Across Europe and beyond, public service broadcasting is coming under economic and political pressure. Yet at a time when much commercial news media is also feeling the strain we need it more than ever. With an Internet filled with garbage we need the BBC to provide the option of trustworthy, balanced, informed journalism.
PSBs correct market failure, but when they work well, like the BBC, they provide so much more. Don’t just think of the extraordinary coverage like the Olympics or the outstanding reporting of the financial crisis by a great correspondent like Robert Peston. Think also of the daily local news bulletins, CBeebies or the amazing online archives.
The BBC is too big. But this isn’t just about size. Yes, it might need to stop doing some things and employ fewer people. But it should also become much more open. It should be a resource for others including rival news organisations. It can devolve or outsource much of its work.
It’s time for networked management not a hierarchy. Strong leadership, but devolved responsibility. This isn’t just a Nu Meeja slogan, it’s the way most major corporations and third sector organisations are going in the modern age. The health and education systems are being reformed, why not the BBC?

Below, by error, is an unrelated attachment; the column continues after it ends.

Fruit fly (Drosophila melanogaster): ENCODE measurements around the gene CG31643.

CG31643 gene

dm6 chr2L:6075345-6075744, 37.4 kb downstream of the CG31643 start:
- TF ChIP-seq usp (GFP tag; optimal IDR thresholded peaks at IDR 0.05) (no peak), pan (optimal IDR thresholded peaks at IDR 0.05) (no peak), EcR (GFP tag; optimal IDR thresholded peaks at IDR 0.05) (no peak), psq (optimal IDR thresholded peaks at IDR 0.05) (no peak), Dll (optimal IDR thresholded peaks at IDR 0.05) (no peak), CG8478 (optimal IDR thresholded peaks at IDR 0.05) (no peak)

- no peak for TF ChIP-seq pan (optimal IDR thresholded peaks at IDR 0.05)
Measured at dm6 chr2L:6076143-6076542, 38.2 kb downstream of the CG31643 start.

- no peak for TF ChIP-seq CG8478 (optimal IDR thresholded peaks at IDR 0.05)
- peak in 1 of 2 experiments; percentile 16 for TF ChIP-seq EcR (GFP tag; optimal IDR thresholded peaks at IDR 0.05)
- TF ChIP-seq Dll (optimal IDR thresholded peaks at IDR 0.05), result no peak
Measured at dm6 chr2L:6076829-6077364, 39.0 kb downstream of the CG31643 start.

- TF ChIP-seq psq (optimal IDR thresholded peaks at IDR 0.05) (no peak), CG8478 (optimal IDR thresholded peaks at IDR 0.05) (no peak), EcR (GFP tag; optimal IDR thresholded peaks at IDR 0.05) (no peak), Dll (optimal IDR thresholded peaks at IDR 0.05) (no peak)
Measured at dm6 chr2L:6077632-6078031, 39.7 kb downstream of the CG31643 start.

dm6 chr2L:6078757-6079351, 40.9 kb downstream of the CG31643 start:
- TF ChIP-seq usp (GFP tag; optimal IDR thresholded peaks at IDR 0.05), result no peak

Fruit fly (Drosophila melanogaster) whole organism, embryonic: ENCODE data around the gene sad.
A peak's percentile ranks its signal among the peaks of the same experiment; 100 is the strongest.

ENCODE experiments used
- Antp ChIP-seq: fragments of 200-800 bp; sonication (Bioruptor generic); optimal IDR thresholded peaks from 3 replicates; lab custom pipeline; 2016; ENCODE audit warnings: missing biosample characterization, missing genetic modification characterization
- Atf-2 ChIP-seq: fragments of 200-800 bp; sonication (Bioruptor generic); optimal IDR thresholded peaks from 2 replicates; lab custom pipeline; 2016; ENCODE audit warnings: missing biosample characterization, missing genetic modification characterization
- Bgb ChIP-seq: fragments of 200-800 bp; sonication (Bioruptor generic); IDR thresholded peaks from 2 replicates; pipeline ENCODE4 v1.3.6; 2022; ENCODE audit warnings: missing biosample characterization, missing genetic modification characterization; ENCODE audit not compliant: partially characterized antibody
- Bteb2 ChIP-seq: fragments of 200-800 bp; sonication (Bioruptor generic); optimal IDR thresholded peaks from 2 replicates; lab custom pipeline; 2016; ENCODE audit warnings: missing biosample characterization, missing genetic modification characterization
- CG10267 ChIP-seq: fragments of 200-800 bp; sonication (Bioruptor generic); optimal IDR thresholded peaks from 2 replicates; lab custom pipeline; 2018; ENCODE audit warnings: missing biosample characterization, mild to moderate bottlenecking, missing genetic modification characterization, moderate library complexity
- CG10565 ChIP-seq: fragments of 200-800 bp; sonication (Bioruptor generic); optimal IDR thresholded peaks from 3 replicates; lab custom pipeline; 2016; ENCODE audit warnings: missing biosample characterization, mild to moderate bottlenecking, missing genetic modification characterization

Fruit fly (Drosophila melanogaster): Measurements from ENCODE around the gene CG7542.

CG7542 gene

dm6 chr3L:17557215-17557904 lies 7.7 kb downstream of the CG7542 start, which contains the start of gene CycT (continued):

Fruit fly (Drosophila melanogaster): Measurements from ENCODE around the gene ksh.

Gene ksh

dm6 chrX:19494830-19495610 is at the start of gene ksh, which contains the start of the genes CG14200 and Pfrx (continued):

Sadly, some of the above was on George Entwistle and Chris Patten’s agenda. They spoke of ‘removing silos’ for example. (Oh what irony to use such jargon to describe the exact problem that brought him down). The fact that he probably wasn’t the person to put reform into practice may have had the result of making the need for reform even clearer.
These are my rather vague opening thoughts. I would be very interested to hear your ideas and please send me links to other articles about broadcasting reform.
As Jonathan Marks points out in his blog – this crisis isn’t just about the BBC, The Bureau of Investigative Journalism is also in the firing line.
This article was first published on Charlie Beckett’s POLIS blog
Note: This article gives the views of the author, and not the position of the British Politics and Policy blog, nor of the London School of Economics. Please read our comments policy before posting.
Charlie Beckett is director of Polis, in the department of media and communications at the London School of Economics. He has 20 years of experience with LWT, BBC and ITN’s Channel 4 News. He broadcasts and writes regularly on media and political affairs and is the author of SuperMedia: Saving Journalism So It Can Save The World (Blackwell, 2008). He teaches at the LSE and LCC. He tweets at @charliebeckett